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Genet Med. 2017 Nov;19(11):1226-1235. doi: 10.1038/gim.2017.41. Epub 2017 Jun 15.

Oral D-galactose supplementation in PGM1-CDG.

Author information

1
Hayward Genetics Center, Tulane University School of Medicine, New Orleans, Louisiana, USA.
2
Department of Neurology, Translational Metabolic Laboratory, Donders Institute for Brain, Cognition, and Behavior, Radboudumc, Nijmegen, The Netherlands.
3
Department of Pediatrics and Adolescent Medicine, First Faculty of Medicine, Charles University in Prague and General University Hospital in Prague, Prague, Czech Republic.
4
Department of Pediatric Habilitation, Stavanger University Hospital, Stavanger, Norway.
5
Biochemical Diseases, Mater Children's Hospital, South, Brisbane, Queensland, Australia.
6
Screening and Metabolic Diagnostics Department, The Institute of Mother and Child, Warsaw, Poland.
7
Pediatric Cardiology, Bergisch Gladbacher Koln, Koln, Germany.
8
Genetics/Metabolics Service, Tawam Hospital, Al Ain, United Arab Emirates.
9
Department of Pediatrics, University Hospitals Leuven, Leuven, Belgium.
10
Department of Anatomy, Radboud University Medical Centre, Nijmegen, The Netherlands.
11
Washington State University College of Pharmacy, Spokane, Washington, USA.
12
Division of Laboratory Genetics, Department of Laboratory Medicine and Pathology, Mayo Clinic, Rochester, Minnesota, USA.
13
University Lille, CNRS, UMR 8576-UGSF-Unité de Glycobiologie Structurale et Fonctionnelle, Lille, France.
14
Centre for Organismal Studies (COS), University of Heidelberg, Heidelberg, Germany.
15
Division of Endocrinology and Diabetes, The Children's Hospital of Philadelphia, Philadelphia, Pennsylvania, USA.
16
Palmieri Metabolic Disease Laboratory, The Children's Hospital of Philadelphia, Philadelphia, Pennsylvania, USA.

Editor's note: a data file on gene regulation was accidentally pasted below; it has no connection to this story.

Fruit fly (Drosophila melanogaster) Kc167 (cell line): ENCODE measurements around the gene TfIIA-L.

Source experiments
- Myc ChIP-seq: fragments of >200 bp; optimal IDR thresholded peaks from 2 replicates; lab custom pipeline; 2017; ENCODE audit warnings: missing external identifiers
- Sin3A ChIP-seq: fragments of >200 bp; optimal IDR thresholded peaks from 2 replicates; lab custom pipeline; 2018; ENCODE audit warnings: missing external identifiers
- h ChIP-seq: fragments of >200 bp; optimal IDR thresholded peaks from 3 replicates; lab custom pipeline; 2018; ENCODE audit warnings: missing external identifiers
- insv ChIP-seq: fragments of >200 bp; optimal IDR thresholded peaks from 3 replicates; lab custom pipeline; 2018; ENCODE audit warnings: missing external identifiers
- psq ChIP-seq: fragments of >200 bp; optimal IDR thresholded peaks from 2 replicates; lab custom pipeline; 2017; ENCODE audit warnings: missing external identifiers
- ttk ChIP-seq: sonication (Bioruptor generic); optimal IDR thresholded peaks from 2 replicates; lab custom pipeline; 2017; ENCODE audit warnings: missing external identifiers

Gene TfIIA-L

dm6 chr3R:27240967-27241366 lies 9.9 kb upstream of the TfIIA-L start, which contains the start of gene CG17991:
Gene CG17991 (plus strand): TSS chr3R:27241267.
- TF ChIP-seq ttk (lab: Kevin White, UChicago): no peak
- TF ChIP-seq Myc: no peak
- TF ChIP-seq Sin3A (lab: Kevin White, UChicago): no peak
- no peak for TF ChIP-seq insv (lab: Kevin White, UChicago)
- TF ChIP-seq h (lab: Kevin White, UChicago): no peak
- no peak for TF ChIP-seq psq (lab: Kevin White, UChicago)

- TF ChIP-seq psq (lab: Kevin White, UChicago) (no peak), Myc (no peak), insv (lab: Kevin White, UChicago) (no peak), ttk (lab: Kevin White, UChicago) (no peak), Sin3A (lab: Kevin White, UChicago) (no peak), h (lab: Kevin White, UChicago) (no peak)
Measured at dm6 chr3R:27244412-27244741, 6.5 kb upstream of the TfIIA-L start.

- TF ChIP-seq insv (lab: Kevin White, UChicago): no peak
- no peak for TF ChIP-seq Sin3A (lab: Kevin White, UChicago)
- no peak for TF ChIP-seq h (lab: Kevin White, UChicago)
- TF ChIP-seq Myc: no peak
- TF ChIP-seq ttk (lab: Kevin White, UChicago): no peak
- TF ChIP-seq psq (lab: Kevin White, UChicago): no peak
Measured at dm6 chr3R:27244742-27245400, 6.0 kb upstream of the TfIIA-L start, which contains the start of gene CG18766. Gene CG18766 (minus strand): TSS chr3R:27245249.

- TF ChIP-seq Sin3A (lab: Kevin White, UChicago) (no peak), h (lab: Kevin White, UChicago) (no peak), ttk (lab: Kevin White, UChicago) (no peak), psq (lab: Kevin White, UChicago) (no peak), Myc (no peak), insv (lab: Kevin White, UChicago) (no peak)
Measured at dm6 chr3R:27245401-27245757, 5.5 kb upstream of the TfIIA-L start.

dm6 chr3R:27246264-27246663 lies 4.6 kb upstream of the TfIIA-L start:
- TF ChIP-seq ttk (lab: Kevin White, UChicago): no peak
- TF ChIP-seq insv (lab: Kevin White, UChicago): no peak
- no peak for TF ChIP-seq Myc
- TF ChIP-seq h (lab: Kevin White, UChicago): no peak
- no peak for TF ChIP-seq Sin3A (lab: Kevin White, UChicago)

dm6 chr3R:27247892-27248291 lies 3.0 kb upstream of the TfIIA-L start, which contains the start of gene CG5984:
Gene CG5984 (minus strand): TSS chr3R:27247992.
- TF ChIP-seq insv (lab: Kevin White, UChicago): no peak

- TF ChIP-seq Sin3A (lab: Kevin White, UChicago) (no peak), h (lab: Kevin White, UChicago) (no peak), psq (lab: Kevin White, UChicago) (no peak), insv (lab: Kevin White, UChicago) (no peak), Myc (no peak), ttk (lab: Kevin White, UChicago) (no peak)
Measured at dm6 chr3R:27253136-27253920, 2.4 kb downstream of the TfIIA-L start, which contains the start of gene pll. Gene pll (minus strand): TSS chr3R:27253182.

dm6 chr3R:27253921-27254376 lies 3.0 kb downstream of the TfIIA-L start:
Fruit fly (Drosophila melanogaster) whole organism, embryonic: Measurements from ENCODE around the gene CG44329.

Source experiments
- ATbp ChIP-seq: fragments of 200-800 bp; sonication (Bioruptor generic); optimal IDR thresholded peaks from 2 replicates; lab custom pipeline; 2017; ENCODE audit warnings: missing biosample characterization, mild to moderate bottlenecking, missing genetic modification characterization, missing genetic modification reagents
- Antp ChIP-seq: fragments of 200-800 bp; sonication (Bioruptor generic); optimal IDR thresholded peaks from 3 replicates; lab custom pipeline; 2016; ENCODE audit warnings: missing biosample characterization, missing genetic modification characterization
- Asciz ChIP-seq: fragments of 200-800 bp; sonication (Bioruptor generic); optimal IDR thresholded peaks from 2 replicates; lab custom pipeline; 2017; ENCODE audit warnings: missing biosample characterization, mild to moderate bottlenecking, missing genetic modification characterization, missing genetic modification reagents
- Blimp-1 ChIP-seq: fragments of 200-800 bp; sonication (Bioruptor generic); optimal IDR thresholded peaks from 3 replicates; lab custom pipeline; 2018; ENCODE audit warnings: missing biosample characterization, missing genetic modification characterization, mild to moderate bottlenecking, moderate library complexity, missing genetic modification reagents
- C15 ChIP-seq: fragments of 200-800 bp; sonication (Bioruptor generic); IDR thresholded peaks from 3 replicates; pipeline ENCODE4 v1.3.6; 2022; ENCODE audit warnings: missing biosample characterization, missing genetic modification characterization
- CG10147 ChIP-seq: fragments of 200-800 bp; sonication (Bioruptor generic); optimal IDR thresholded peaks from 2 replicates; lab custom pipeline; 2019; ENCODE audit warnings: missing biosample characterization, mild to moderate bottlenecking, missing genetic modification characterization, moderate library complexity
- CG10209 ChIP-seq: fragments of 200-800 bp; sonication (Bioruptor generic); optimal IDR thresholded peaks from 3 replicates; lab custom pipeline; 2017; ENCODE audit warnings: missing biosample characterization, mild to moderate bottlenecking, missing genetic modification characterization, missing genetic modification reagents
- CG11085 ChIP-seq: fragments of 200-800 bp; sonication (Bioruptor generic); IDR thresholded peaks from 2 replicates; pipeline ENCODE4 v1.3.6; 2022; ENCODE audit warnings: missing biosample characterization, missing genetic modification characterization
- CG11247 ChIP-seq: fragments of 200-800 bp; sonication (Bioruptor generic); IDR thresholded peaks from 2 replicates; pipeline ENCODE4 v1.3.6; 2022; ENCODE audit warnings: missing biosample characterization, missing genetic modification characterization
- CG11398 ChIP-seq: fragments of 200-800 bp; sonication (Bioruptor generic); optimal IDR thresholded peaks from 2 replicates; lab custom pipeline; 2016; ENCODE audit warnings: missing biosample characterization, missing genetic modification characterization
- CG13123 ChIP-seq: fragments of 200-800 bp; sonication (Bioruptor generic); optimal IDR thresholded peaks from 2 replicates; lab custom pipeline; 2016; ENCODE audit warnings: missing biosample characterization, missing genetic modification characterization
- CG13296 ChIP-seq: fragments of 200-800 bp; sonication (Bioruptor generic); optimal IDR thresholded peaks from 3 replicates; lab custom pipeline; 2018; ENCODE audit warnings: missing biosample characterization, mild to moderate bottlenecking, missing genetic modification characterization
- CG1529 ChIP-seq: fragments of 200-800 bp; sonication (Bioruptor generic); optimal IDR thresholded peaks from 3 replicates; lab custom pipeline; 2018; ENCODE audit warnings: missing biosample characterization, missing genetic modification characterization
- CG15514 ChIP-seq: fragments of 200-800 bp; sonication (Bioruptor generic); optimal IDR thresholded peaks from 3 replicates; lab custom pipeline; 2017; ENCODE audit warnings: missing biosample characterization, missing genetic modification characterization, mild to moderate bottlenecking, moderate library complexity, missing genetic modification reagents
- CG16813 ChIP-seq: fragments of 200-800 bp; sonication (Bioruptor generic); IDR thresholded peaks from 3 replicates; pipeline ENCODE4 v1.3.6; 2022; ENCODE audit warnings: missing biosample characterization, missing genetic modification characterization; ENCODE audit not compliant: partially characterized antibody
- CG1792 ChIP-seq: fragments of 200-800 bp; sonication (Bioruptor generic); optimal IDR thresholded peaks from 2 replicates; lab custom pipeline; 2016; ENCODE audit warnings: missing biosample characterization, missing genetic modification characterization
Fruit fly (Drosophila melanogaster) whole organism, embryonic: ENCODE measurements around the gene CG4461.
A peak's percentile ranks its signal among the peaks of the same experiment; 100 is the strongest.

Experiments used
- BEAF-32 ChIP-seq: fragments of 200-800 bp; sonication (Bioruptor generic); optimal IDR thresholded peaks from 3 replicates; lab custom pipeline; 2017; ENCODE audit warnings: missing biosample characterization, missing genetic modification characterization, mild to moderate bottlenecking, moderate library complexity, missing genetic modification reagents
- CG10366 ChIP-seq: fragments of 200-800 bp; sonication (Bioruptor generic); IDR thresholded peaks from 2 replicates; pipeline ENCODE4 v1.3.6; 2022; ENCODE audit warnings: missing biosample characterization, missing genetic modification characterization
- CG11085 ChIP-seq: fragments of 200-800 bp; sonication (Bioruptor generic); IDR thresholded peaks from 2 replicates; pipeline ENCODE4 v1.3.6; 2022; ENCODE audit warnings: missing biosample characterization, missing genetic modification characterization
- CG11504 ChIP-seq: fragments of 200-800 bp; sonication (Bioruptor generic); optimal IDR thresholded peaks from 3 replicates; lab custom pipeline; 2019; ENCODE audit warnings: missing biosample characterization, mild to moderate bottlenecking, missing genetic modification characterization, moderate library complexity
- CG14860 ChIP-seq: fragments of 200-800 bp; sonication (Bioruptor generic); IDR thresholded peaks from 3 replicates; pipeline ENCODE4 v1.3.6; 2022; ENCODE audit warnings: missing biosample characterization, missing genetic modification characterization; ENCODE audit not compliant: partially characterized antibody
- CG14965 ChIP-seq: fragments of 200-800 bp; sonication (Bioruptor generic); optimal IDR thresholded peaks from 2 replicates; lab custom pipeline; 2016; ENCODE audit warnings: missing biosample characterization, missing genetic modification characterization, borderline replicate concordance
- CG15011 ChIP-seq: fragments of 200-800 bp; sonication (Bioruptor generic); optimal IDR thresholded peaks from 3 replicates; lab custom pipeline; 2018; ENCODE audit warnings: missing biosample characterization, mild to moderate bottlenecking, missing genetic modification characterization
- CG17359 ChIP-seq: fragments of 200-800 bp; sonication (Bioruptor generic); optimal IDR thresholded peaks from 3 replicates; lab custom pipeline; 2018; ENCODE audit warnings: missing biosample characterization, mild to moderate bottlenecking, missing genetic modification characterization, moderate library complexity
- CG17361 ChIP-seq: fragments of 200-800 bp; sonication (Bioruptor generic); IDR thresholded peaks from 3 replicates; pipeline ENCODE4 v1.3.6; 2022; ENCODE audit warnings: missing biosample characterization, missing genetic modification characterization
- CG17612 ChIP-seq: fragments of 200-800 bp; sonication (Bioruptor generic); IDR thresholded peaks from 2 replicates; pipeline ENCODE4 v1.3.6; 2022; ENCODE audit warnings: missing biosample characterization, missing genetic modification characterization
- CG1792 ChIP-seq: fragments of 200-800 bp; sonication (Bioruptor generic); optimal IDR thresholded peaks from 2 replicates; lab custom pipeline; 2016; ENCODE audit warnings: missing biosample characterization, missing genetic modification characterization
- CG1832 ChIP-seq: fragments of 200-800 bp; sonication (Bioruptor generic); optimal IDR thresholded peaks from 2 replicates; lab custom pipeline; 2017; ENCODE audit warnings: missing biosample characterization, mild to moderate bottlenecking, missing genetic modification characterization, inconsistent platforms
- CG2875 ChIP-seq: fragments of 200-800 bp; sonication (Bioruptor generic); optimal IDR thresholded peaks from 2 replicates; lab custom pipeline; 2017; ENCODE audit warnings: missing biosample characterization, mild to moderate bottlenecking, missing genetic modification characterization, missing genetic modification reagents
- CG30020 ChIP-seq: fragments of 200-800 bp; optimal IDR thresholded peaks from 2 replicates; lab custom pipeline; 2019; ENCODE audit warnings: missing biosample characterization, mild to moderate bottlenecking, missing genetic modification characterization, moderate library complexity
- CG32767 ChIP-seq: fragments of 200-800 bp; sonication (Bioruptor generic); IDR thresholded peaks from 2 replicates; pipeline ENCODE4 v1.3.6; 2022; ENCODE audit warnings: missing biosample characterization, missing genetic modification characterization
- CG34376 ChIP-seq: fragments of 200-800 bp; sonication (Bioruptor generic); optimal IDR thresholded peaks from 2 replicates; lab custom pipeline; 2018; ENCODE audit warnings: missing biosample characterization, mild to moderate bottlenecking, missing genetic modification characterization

17
Center for Child and Adolescent Medicine, Kinderheilkunde I, University of Heidelberg, Heidelberg, Germany.

Abstract

PurposePhosphoglucomutase-1 deficiency is a subtype of congenital disorders of glycosylation (PGM1-CDG). Previous casereports in PGM1-CDG patients receiving oral D-galactose (D-gal) showed clinical improvement. So far no systematic in vitro and clinical studies have assessed safety and benefits of D-gal supplementation. In a prospective pilot study, we evaluated the effects of oral D-gal in nine patients.MethodsD-gal supplementation was increased to 1.5 g/kg/day (maximum 50 g/day) in three increments over 18 weeks. Laboratory studies were performed before and during treatment to monitor safety and effect on serum transferrin-glycosylation, coagulation, and liver and endocrine function. Additionally, the effect of D-gal on cellular glycosylation was characterized in vitro.ResultsEight patients were compliant with D-gal supplementation. No adverse effects were reported. Abnormal baseline results (alanine transaminase, aspartate transaminase, activated partial thromboplastin time) improved or normalized already using 1 g/kg/day D-gal. Antithrombin-III levels and transferrin-glycosylation showed significant improvement, and increase in galactosylation and whole glycan content. In vitro studies before treatment showed N-glycan hyposialylation, altered O-linked glycans, abnormal lipid-linked oligosaccharide profile, and abnormal nucleotide sugars in patient fibroblasts. Most cellular abnormalities improved or normalized following D-gal treatment. D-gal increased both UDP-Glc and UDP-Gal levels and improved lipid-linked oligosaccharide fractions in concert with improved glycosylation in PGM1-CDG.ConclusionOral D-gal supplementation is a safe and effective treatment for PGM1-CDG in this pilot study. Transferrin glycosylation and ATIII levels were useful trial end points. Larger, longer-duration trials are ongoing.

PMID:
28617415
PMCID:
PMC5675745
DOI:
10.1038/gim.2017.41
[Indexed for MEDLINE]
Free PMC Article

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